I'm going to suggest that you fix the section to be historically accurate, thus avoiding any argument about COI. But eliminating references to Frank's seminal work is unfair to the real inventor who should get credit for inventing this entire field of research, and I certainly hope you'll fix the section in a way that does justice to his contribution!
As for disadvantages, I'll just note that many of the world's largest data center operators are reporting serious instability issues with publish-subscribe as implemented by some of the largest publish-subscribe vendors. This is just truth. I would hope that your edits don't somehow reduce the accuracy of the article... but again, I won't edit the article myself. I'm comfortable with others doing so. Ken Birman (talk) 13:25, 12 February 2008 (UTC)
- It appears that you are correct about no longer having a financial stake in things; I was working on outdated information. Obviously I should have checked first.
- Still, I don't believe this invalidates the rest of my reasoning. You still have a stake in virtual synchrony - you'd have t be superhuman not to - and it does not deserve to be mentioned in the /introduction/ any more than logical clocks does. It is simply one technique among many, not a technique that is central to implementing pub-sub systems or one that is only useful in pub-sub systems.
- You would be very welcome to add a historical perspective to the article, however, preferably in a section on history. It may well be right that it was the *first* practical pub-sub system, it simply is no longer a very central one. Anaholic (talk) 14:01, 12 February 2008 (UTC)
- In fact, I'll go ahead and move said paragraph to a historical section on my own. It will of course be a rather meagre one.. expansion would be good. I'm not going to remove any comments on this page, though. I'm a big believer in history, but consider the my claim that you have a financial stake officially redacted. Anaholic (talk) 14:08, 12 February 2008 (UTC)
Schmuck NOT inventor of "first" PubSub system. I'm changing the claim that Schmuck "invented" PubSub to simply say that he was one of the first to publicly document such a system. (Even that claim may be too strong...) I know that any claim to invent in 1987 was too late to be the first since I worked with systems that conformed to the definition of "publish/subscribe" as early as 1982. At Digital Equipment Corporation, Beat Marti and a number of engineers in the DEC Geneva office developed a system they called SDDB (Self Distributing Database) as a mechanism for improving the efficiency of updating email and telephone book addresses between DEC's worldwide offices. We later incorporated SDDB into various custom implementations of ALL-IN-1 as well as used a similar system for distributed file replication in the "New Notes" project that was one of the inspirations for Iris' Notes product (which later became Lotus Notes). SDDB allowed programs to "subscribe" to particular records in a database and then be notified over DECnet when those records changed. Schmuck may have been first to document such a system, however, such systems had been in use long before 1987. While I am unaware of any formal publications mentioning SDDB, I know that we presented it to customers on numerous occasions. Additionally, I discussed it in presentations at DECUS (DEC User Society) in the early/mid '80's. Bob Wyman (talk) 05:42, 24 November 2009 (UTC)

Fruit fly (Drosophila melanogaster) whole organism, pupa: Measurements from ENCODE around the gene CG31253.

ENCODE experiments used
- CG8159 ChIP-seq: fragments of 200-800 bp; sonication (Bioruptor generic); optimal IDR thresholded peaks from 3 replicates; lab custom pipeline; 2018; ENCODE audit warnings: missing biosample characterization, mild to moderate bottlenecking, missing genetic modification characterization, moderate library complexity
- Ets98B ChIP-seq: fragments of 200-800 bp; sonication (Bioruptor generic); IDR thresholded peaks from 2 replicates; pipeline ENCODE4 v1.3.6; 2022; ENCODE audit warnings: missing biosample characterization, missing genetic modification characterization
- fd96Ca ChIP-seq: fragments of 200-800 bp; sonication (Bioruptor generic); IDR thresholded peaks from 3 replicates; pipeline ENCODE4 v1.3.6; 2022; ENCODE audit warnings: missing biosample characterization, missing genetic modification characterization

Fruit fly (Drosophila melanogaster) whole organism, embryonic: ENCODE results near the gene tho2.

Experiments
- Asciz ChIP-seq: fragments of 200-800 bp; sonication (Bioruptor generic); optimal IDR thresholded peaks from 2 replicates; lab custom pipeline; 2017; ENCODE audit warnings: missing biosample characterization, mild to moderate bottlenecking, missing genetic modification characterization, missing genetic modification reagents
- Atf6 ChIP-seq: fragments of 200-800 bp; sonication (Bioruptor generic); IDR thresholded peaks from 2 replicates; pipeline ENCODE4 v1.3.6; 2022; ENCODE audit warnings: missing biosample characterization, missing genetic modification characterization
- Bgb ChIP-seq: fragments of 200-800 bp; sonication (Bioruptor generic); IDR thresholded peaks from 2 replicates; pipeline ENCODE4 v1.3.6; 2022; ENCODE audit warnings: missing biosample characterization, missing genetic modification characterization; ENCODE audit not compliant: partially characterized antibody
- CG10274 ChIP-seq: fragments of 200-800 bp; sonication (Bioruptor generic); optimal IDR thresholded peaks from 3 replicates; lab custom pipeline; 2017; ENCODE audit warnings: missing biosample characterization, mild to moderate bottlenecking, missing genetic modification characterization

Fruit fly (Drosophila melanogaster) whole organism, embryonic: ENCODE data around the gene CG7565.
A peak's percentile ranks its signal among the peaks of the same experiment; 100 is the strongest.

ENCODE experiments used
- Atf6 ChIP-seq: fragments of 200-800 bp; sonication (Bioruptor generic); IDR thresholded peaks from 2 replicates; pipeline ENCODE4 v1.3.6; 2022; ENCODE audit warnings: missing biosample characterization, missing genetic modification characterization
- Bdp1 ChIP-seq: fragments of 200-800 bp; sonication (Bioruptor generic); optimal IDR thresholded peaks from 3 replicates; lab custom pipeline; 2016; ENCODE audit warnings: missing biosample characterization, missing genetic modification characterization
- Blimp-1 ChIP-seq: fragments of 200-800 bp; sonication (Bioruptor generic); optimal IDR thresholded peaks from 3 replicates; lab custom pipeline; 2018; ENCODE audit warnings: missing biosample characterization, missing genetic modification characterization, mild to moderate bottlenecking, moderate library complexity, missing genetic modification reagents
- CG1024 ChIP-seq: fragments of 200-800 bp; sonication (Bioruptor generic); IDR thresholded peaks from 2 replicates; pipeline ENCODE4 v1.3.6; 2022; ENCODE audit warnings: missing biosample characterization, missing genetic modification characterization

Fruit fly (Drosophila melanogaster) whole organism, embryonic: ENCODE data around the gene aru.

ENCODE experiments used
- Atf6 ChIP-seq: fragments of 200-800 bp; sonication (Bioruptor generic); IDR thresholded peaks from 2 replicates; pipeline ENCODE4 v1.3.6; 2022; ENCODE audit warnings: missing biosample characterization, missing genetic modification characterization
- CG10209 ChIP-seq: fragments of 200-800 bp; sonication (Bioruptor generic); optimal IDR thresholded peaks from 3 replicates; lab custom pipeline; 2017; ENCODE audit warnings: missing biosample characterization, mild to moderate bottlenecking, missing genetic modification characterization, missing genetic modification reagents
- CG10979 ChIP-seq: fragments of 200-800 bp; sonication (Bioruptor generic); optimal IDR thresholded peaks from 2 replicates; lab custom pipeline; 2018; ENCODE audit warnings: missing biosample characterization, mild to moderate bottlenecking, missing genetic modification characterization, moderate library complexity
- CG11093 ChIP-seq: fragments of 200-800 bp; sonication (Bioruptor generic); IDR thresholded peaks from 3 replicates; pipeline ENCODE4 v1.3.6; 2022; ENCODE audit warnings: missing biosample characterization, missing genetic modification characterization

Adding a new paragraph
Real life examples?
The concept sounds a lot like feeds, alerts, newsgroups... Why aren't any of these mentioned? Or is this about something completely unrelated? —Preceding unsigned comment added by 22.214.171.124 (talk) 00:27, 28 October 2008 (UTC)
Contrast with explicit subscribers, synchronous
The article begins with a definition of what it's not: "Publish/subscribe (or pub/sub) is an asynchronous messaging paradigm where senders (publishers) of messages are not programmed to send their messages to specific receivers (subscribers). Rather..."
As well as being awkward to start by defining what it's not, do these other paradigms that it's being constrasted with have their own names and or articles that can be mentioned? I.e. is there a page/name for "asynchronous with specific/explicit subscribers", or "synchronous with specific/explicit subscribers" (or even "asynchronous with explicit subscribers", whatever exactly that would mean)?
The focus of the article also seems to be on networking (given the asynchronous nature), but it's linked to from places which describe it more as a general software pattern (i.e. one that might be used internally in a program). Is that actually true? If so, does it need addressing? 126.96.36.199 (talk) 03:48, 22 May 2009 (UTC)
Too many articles?
The article, "Publish/subscribe," has a box saying the article, "Observer pattern," should be merged into it. Event listener has been made into a redirect to observer pattern. Event pattern currently does not exist but is synonym for observer pattern from what I see. Event patterns and event listerners are closely related and currently link to event handlers, which has a box saying it should be merged into event (computing). Event handlers are also currently covered in depth in Event-driven programming.
Additionally, a few articles that link to event handler are up for merging: Event cascade, event model, Event notification. The event notification article says it is "sometimes a synonym for Publish/subscribe."